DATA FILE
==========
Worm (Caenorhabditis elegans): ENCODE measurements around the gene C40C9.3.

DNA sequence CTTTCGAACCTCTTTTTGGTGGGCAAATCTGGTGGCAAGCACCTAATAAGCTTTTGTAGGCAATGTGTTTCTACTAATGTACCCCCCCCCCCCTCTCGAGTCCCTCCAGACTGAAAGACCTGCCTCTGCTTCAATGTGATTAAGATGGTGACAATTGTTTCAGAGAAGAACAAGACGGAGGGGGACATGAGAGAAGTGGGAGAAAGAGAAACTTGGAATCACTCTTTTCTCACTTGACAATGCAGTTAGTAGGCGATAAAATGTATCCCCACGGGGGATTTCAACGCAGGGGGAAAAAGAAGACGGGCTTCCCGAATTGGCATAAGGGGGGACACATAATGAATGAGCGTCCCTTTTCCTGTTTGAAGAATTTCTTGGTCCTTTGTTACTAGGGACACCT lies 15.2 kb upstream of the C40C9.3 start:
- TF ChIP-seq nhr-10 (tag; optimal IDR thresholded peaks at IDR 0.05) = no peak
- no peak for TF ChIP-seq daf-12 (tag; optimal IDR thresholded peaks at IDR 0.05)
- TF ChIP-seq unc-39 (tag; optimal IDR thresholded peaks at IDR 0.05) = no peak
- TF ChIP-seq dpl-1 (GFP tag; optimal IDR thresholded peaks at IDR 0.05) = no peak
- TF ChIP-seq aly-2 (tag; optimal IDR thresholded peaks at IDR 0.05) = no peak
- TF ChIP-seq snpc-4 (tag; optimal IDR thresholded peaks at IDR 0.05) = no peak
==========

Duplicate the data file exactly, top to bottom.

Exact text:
Worm (Caenorhabditis elegans): ENCODE measurements around the gene C40C9.3.

DNA sequence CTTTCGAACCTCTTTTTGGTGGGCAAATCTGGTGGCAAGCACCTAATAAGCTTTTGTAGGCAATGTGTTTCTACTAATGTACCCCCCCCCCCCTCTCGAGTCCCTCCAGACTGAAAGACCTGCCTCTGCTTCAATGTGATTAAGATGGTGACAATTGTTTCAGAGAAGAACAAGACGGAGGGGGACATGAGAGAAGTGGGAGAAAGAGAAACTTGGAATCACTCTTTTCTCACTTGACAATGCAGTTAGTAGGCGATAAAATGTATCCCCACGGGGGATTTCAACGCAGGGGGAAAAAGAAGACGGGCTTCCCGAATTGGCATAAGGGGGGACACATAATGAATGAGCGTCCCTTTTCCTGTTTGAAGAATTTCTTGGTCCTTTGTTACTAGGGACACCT lies 15.2 kb upstream of the C40C9.3 start:
- TF ChIP-seq nhr-10 (tag; optimal IDR thresholded peaks at IDR 0.05) = no peak
- no peak for TF ChIP-seq daf-12 (tag; optimal IDR thresholded peaks at IDR 0.05)
- TF ChIP-seq unc-39 (tag; optimal IDR thresholded peaks at IDR 0.05) = no peak
- TF ChIP-seq dpl-1 (GFP tag; optimal IDR thresholded peaks at IDR 0.05) = no peak
- TF ChIP-seq aly-2 (tag; optimal IDR thresholded peaks at IDR 0.05) = no peak
- TF ChIP-seq snpc-4 (tag; optimal IDR thresholded peaks at IDR 0.05) = no peak